By Muia Thomas
Food security recovery is likely going to take time following extremely poor and unpredictable rainfall patterns, Food Security and Nutrition Working Group (FSNWG) says.
In a report provided by the FSNWG, at least 12-14 million people in Southern and South Eastern Ethiopia, arid and semi-arid lands (ASALS) of Kenya and Somalia will most likely experience high levels of food insecurity due to the ongoing drought.
Across Kenya, Ethiopia and Somalia, at least 22.3 million people encountered food insecurity in 2021 which represents 77% increase considering the 2020 peaks. Malnutrition in the three highlighted countries rose to higher levels with at least 1.3 million children requiring treatment. In some areas, the rates of global acute malnutrition (GAM) frequently exceeded 15% creating an emergency threshold. This can be attributed to acute drought, locust invasion, the socioeconomic impacts of covid-19, armed conflicts especially in (Somalia and Ethiopia) and flooding.
The highlighted areas have experienced below-average rain seasons which puts food security in the regions at a great risk. Historical analyses of the past drought events especially in the East African region, including the drought emergencies that took place in 2010/2011 and 2016/2017 show that the below average seasons play a significant role in food security deterioration.
Crop production has also been greatly affected. In Southern and Central Somalia, the Deyr/short rains harvest, which majorly occurs in January and produces more than 40% of the total national output highly failed in the rain fed agriculture regions. This was attributed by crop wilting, widespread germination failures and the poor performance of the rainy season. Notably, the dismal rain performance in the upper Ethiopian highlands which are the catchment areas, and in Somalia has reduced the water levels leading to a 58% reduction in cereal production in 2021.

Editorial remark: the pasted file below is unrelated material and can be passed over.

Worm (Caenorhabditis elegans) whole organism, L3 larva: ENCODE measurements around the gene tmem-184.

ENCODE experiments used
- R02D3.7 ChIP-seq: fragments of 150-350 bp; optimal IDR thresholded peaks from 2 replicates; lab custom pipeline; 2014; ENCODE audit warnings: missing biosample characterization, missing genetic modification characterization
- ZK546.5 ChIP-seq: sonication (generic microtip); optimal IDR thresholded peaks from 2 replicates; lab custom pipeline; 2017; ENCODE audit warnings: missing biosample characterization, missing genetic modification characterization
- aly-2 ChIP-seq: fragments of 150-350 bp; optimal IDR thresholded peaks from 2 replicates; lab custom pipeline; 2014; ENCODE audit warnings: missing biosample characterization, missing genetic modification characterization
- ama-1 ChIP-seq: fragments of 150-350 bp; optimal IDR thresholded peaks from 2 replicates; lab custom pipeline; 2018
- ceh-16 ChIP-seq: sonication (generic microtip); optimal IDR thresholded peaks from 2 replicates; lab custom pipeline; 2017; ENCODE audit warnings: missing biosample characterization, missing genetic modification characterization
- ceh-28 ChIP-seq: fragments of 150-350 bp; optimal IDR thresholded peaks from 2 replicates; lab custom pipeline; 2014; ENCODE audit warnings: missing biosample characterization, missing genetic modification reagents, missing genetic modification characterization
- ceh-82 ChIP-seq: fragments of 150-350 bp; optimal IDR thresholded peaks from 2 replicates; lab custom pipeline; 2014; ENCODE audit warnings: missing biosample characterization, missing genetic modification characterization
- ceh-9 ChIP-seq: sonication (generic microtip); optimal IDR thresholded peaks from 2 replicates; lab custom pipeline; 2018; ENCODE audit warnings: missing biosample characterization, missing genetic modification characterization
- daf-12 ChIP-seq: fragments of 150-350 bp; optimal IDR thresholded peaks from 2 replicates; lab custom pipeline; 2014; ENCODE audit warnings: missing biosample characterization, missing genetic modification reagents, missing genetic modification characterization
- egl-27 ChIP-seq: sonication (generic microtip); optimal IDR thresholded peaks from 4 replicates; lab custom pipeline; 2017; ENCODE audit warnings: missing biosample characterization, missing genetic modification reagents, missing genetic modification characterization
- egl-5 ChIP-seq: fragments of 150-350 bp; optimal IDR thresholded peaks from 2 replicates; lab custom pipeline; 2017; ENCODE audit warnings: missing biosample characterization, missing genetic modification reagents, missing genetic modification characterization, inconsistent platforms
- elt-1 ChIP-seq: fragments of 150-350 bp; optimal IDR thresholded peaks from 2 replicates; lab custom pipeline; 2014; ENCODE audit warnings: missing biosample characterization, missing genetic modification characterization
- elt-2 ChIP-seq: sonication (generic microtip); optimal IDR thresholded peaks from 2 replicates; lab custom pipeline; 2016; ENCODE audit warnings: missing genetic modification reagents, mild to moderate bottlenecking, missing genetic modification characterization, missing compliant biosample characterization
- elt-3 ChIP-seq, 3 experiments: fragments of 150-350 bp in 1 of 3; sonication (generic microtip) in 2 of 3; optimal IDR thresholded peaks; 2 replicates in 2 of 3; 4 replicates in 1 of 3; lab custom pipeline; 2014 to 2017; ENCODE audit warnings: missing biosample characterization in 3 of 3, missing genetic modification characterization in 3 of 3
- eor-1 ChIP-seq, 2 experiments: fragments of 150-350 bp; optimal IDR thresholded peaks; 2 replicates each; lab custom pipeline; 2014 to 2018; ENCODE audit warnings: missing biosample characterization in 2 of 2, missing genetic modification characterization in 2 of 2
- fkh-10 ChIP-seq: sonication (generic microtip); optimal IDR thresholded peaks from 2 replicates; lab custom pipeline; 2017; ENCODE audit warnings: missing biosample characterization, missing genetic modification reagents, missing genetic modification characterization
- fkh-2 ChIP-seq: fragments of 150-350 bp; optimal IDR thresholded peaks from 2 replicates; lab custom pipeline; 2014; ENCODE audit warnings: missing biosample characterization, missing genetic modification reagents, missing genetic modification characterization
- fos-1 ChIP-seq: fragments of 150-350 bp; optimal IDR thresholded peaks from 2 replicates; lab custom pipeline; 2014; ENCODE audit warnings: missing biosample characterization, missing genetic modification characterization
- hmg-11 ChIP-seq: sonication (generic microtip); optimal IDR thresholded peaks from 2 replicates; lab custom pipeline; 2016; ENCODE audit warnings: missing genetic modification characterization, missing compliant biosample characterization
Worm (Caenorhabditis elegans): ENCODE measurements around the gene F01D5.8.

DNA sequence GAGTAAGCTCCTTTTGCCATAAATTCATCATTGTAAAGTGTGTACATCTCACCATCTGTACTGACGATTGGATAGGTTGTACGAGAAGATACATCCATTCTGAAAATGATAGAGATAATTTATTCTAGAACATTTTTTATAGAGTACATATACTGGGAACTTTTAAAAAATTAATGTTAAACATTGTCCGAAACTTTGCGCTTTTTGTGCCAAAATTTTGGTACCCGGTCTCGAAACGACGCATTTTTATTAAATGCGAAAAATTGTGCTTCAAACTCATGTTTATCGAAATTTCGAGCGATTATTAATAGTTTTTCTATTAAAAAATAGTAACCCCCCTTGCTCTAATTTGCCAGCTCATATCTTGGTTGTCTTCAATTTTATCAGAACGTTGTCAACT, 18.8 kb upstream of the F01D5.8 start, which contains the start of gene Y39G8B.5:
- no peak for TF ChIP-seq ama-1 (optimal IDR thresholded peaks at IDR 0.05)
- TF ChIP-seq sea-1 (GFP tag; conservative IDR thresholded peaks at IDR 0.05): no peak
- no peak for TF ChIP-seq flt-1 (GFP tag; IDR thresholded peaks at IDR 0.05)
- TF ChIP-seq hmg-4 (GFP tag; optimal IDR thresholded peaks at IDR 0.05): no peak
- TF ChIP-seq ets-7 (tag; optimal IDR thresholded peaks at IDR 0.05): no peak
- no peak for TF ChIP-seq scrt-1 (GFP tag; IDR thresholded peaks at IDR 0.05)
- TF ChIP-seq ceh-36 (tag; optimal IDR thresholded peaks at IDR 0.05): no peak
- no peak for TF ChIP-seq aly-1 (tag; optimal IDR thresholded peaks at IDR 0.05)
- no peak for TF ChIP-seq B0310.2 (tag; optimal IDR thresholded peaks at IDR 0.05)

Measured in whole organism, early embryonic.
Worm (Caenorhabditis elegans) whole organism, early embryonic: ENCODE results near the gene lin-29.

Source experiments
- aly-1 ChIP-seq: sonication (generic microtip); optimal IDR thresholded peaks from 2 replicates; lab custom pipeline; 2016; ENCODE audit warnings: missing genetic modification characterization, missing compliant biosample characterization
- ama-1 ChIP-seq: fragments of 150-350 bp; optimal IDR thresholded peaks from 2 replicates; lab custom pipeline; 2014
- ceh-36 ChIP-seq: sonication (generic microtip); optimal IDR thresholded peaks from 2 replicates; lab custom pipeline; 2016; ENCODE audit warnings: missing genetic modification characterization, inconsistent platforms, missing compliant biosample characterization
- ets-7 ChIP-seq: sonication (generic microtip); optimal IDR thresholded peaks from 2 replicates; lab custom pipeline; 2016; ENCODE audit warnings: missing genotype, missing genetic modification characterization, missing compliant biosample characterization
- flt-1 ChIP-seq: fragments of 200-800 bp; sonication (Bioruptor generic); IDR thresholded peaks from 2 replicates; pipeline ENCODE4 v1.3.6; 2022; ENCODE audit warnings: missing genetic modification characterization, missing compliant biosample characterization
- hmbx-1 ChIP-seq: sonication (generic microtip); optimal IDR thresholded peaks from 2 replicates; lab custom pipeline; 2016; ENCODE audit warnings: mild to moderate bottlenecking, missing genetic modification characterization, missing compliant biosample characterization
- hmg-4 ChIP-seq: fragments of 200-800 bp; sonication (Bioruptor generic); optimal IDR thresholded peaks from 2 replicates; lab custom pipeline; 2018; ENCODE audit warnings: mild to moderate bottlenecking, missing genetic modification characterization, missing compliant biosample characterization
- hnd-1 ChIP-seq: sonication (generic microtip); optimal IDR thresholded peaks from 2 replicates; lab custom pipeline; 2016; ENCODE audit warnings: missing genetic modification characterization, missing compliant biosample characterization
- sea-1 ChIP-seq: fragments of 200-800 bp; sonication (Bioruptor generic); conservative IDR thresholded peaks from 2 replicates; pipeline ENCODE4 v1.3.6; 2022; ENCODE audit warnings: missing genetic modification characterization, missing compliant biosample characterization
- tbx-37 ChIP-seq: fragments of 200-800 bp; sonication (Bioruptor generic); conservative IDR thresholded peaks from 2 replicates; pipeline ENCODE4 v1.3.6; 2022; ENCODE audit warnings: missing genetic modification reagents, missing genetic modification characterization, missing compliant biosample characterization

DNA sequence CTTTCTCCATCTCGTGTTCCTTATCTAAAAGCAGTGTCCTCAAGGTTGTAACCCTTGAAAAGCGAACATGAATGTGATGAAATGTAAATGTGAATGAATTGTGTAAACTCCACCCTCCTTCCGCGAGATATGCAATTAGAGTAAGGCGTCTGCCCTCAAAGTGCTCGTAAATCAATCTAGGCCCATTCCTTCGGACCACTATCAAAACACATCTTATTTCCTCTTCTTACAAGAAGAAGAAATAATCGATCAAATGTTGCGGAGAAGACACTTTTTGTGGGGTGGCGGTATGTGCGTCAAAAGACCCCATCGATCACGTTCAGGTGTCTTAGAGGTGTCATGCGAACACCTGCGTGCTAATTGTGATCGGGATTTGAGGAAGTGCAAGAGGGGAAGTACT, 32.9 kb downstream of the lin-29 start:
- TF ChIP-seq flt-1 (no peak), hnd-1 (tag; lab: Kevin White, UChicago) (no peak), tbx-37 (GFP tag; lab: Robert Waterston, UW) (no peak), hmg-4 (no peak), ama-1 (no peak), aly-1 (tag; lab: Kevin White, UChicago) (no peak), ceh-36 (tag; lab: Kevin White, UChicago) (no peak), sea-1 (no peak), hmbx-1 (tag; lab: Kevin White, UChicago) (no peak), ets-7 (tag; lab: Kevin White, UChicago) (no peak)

According to the report, pastoral conditions are in a very poor condition as a result of the below average rain seasons. Negative anomalies in Southern and Central Somalia, Southern Ethiopia and Northern Kenya has also threatened pastoralism in the area. However, Eastern and South Eastern Kenya witnessed above average December rains that significantly boosted vegetation conditions.
There will be severe food insecurity if the March to May rains turn out to be low or when they fail, the report says. If the rains completely fail and there is no humanitarian assistance to the worst hit households, chances are that people might encounter extreme food consumption gaps indicative of the catastrophe.
In this perspective, at least 15-20 million people would be put at the risk of food insecurity in the drought struck areas. This means that the nutrition circumstance would also be greatly affected, with at least 6.9 million children expected to be wasted in 2022, 2 million of them in a severe condition.
The uncertainty in the performance of the March to May 2022 rainfall season and the current severe drought, nutrition, health, non-food interventions, sanitation access, water, livelihood and large-scale emergency food, are thoroughly needed to urgently reduce the increase in food insecurity and nutritional outcomes.